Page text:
Hidden Links, New Opportunities – New Zealand
As the government agency responsible for careers, the Tertiary Education Commission (TEC) is tasked with supporting all New Zealanders to raise skills and aspirations to meet the demands of work, now and in the future.
Around 1.2 million people in New Zealand start a new job each year and matching their skills with the right role can be a challenge. A recent report shows that New Zealand has one of the highest skills mismatch rates in the OECD, leading to high churn (1 in 8 workers have been in their job for 2 months or less), low productivity and depletion of an employer’s resources for recruitment and training. On the flip side, a good match means the employee is productive, is satisfied with their job and contributes to the overall economic growth for the country.
We also all know that trends including globalisation and digitisation will lead to the rapid adoption of technology that will make a large number of existing jobs redundant and new jobs created. Aging populations will also mean longer working lives and increased demand for continuous learning.
To take advantage of the opportunities that come with these changes, we need to identify and build on our current set of skills.
The Tertiary Education Commission commissioned a report that used big data and scanned one million job ads to identify the common skills in demand and the preferences of employers in New Zealand. You can access the report here.
They found that workers could use their skills across a cluster of jobs across many different industries rather than being restricted to a narrow set of jobs within one industry.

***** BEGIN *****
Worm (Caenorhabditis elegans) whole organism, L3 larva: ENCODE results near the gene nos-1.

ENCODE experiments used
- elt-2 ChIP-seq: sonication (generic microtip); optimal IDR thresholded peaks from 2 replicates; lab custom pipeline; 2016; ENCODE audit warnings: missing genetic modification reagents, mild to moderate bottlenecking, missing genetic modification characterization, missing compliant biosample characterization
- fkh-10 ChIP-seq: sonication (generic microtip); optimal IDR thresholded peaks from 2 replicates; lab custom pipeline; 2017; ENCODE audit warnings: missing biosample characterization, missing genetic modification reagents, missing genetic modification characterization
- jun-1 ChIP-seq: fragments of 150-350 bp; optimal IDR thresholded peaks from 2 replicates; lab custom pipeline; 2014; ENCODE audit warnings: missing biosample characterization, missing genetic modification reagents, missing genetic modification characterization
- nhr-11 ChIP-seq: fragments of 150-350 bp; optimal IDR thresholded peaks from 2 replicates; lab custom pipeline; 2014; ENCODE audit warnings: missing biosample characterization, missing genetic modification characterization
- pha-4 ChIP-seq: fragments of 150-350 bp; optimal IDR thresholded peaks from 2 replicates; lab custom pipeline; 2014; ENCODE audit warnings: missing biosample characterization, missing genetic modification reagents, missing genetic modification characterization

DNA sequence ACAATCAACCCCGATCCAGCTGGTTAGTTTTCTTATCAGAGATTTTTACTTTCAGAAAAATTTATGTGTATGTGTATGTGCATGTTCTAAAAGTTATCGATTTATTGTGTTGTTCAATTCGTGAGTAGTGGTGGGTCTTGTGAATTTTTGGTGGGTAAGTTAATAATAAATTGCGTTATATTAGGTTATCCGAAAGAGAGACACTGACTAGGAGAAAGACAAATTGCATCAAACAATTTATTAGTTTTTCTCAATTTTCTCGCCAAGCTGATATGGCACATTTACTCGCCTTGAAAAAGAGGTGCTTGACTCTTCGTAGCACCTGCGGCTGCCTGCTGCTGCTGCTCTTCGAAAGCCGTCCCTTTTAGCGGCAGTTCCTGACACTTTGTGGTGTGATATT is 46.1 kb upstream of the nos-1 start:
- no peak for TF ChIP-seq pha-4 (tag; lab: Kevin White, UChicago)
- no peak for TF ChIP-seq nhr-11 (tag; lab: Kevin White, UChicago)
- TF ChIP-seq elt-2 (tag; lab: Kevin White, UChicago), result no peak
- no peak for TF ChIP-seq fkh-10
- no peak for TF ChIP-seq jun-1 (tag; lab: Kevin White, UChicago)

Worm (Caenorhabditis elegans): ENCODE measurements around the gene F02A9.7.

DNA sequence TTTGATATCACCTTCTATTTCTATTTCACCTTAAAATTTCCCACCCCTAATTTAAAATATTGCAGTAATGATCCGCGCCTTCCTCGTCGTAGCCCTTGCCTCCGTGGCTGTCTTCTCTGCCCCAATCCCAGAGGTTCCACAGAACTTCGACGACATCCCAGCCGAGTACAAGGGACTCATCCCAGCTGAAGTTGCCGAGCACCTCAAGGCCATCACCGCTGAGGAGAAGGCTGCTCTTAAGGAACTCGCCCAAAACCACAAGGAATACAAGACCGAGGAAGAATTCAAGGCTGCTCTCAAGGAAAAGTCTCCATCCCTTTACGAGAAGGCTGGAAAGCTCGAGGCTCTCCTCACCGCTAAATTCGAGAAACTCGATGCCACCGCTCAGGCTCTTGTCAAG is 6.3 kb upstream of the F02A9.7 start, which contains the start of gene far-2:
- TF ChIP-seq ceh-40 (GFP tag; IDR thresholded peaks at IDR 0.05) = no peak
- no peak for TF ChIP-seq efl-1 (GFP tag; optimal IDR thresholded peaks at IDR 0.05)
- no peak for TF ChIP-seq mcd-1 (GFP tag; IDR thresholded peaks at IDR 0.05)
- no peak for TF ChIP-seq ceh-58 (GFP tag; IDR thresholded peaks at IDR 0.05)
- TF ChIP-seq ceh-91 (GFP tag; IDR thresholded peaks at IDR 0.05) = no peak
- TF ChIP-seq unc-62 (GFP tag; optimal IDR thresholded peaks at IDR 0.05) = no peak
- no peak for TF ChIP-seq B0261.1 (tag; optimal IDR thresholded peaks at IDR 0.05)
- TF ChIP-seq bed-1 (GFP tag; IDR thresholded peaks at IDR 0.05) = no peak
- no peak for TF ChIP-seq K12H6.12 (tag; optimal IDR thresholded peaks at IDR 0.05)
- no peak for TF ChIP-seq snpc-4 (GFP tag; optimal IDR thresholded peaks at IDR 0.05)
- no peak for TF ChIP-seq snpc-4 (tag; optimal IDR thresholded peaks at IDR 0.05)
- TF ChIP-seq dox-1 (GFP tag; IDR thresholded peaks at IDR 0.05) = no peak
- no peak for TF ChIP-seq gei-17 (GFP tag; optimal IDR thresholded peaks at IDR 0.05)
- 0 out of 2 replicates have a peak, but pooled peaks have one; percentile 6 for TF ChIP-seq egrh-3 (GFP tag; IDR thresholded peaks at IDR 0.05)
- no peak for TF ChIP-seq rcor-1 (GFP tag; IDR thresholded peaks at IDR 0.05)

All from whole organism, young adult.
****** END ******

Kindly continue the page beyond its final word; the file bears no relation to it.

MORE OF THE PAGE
The analysis revealed six main job clusters:
- Inventors – people with technology and business skills, coupled with creativity and problem-solving abilities.
- Organisers – people with service-orientated and administrative skills.
- Healers – people with caring or wellbeing expertise plus sensitive personal skills.
- Operators – people with manual skills, good communication skills and a positive attitude.
- Crafters – people with sophisticated industrial and organisational skills.
- Engagers – people with sales or communication skills combined with deep interpersonal skills.
Tim Fowler, Chief Executive, Tertiary Commission commented: “Thinking about these skills clusters could help us to broaden our career horizons and find opportunities outside of our experience and work history. It is estimated that one job helps to prepare workers for 12 others. This is useful for workers who may find their current job choice limited by declining industries. Employers could also use the same framework for considering a broader range of workers to fill jobs experiencing a shortage of talent so it’s a win-win.”
The Commission is using this discussion paper, along with global mega trends and international future of work reports to help inform the development of the New Zealand Careers Strategy.
April 3, 2019